In thread "Rockwell 6" bench grinder - anti-rotation pins" first posted on 4 March 2012, the matter of the anti-rotation pins and their reason to exist was debated. The upshot was that I decided to retain the anti-rotation feature.
I have now finished rebuilding the grinder:
Both bearings were replaced. The bearings are commodity type 6203, with double seals. Cost $10 apiece. Installation required making of a pair of aluminum-tipped pushers, so the new bearing could be tapped into place with a lead hammer. The ticking is gone.
The mating faces between motor end bells and wheelguards were flycut flat, to make a wobble-free joint. The original surfaces were as cast. Removed about 0.010" of stock from each part, each of which is about1/4" thick. Don't know how necessary this was, but with the motor apart the machining was easy.
Milled two 0.125" wide feather-key grooves in the motor shaft, under the inner flange washers. Again, with the motor apart and the original bearings removed, this was easily done on the vertical mill.
Faced the diemetal flange washers, so the wheel-bearing faces are parallel to the faces that rest on the shaft shoulder or nut face. They were off by a few degrees, enough to cause a large wobble.
The diemetal (Zamak?) machines like cast iron, the chips being a coarse powder, and it turns out that the best way to get good surface finish was a steady flow of compressed air, to blow the chip dust away before it gets back into the cut. The difference in finish was dramatic. Cutting wet didn't work near as well, but I suppose flood cooling would have washed the chips away too.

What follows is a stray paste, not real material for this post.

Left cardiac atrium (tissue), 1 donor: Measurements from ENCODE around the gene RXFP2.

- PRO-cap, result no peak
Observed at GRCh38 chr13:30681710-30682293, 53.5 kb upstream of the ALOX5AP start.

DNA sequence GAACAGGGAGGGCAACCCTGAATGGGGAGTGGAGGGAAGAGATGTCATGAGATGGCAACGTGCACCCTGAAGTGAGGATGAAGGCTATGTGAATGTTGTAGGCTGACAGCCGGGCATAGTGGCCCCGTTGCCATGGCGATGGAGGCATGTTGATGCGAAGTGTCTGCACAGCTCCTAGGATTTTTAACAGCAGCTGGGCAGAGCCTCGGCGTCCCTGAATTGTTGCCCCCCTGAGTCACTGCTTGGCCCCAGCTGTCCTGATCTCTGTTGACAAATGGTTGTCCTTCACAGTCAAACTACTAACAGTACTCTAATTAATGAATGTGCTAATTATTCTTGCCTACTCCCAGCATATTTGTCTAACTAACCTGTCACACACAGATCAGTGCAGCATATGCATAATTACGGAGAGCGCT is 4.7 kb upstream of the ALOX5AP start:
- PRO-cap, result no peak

Using a square jewler's file, filed one keyway groove in each of the inner washers a bit wider, to accept the 0.125" key.
Replaced the very worn abrasive wheels. Coarse is 46 grit, and fine is100 grit. (I find 60 grit to be too close to 46.)
Machined a pair of aluminum arbor adapters to adapt the 1" holes in the wheels to the 0.500" arbor shafts. The adapters are a hand push fit in the wheels, and a slip fit on the arbors. This largely prevents radial motion of the wheels, which was quite large before.
After dressing the wheels, the vibration is minimal, and one can make very precise grinds.
You may recall the saga of the vibrating 8" Ryobi bench grinder, documented in multiple threads over 2009. This rebuilt old 6" Rockwell grinder makes the Ryobi look sick, even after the various improvements made back then. The Ryobi is a clumsy clone of the Rockwell, which is based on Baldor grinders. Ryobi left no corner uncut. (The motor unit of the Rockwell is made by Baldor.)
I have also found another reason for the anti-rotation feature - it makes wheel removal and installation easy. One just holds the wheel in one hand and a wrench in the other, and tightens or loosens the nut, without fuss.